Oral issues can cause our cats a great amount of pain. These problems can even lead to other health conditions if not treated properly. Our Hattiesburg and Petal vets explain how you can recognize common dental health problems in your cat and how to prevent them.
Oral Health In Cats
The oral health of your kitty is important to their overall health and, sometimes, their mental state. Your cat uses their mouth, teeth, and gums daily to eat and vocalize, so these things inherit damage or pain, your cat could struggle with healthy eating and communicating with you or other pets in the house.
The bacteria of oral infections won't always stay in the mouth as well. Left untreated, the bacteria may begin to circulate throughout your kitty's body, damaging coat and skin health or even organs, such as the liver and heart. This is why it is vital for cat owners to be able to recognize the signs of dental issues or discomfort in their feline friends.
Signs of Cat Dental Problems
Specific symptoms may differ depending on the particular dental condition. However, here are some of the most common signs of dental issues to watch out for in your cat:
- Bleeding, swollen, or noticeably red gums
- Bad Breath (halitosis)
- Visible tartar
- Missing or loose teeth
- Pawing at their teeth or mouth
- Excessive drooling
- Difficulty with or slow eating
- Weight loss
If you see your cat displaying any of the symptoms above, take them to your Hattiesburg and Petal vet as quickly as possible for an examination. The sooner their dental condition is diagnosed and treated, the less likely it is for the condition to cause bodily harm to your cat.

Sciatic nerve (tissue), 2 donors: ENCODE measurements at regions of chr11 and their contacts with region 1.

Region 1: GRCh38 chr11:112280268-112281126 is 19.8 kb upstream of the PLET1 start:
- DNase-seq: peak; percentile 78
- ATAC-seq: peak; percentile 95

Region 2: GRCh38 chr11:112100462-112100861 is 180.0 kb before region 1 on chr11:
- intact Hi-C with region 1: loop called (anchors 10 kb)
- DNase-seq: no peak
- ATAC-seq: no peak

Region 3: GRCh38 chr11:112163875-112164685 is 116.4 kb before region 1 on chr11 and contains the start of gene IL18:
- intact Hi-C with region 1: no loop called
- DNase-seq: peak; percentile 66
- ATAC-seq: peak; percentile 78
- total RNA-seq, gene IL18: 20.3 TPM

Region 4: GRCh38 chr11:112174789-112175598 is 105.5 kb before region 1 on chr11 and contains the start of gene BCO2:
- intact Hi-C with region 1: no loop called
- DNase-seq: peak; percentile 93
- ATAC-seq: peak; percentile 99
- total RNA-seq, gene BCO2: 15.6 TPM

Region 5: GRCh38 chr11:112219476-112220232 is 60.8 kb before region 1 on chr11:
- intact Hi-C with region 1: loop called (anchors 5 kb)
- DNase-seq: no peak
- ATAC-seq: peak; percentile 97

Dental Diseases That Are Common In Cats
Below are the three most common feline dental diseases all cat owners should know about.
Approximately 70% of all cats will develop some form of periodontal disease by the time they're 3 years old.
This disease is when plaque buildup causes an infection in your cat's mouth. If your cat's plaque isn't regularly brushed away, it will harden and form tartar along the gum line.
When the bacteria gets trapped below your cat's gum line and against their teeth, it will begin to irritate and erode the structures supporting your kitty's teeth. If untreated, periodontal disease can result in serious gum infection, loose and missing teeth, and organ damage as the bacteria travels throughout your pet's body.
Feline stomatitis is a very painful inflammation and ulceration—opening of sores—of your cat's gums, cheeks, and tongue.
Persians and Himalayans are predisposed to developing this condition but any cat can develop stomatitis.
Cats with this condition often suffer from extreme pain, and as a result, have reduced appetites. In some cases, cats will become malnourished because it is so painful for them to eat. If your cat develops a mild case, at-home care might be enough to treat their stomatitis. But severe cases require surgical intervention.
Tooth resorption is the gradual destruction of a tooth or multiple teeth in a cat's mouth. This is a relatively common issue in our feline companions, affecting approximately three-quarters of middle-aged and older cats.
When a cat suffers from tooth resorption, their body begins to break down their tooth's hard outer layer, loosening it and causing pain. This destruction occurs below your cat's gum line so it can be challenging to detect without a dental X-ray. However, if your cat suddenly develops a preference for soft foods or swallows their food without chewing, they may be suffering from this condition.
Preventing Cat Dental Problems
One of the best ways to prevent your kitty from developing dental problems is by brushing their teeth regularly. Daily brushing can remove good particles and any bacteria your cat's mouth collected throughout the day. Their teeth and gums will have a much better chance of remaining healthy if plaque is removed before it can cause infection. If you can, start brushing their teeth as a kitten to desensitize them to the process.
Bring your cat in for a professional dental examination and cleaning once a year. Take your cat to The Pet Hospitals for a dental appointment.
Note: The advice provided in this post is intended for informational purposes and does not constitute medical advice regarding pets. For an accurate diagnosis of your pet's condition, please make an appointment with your vet.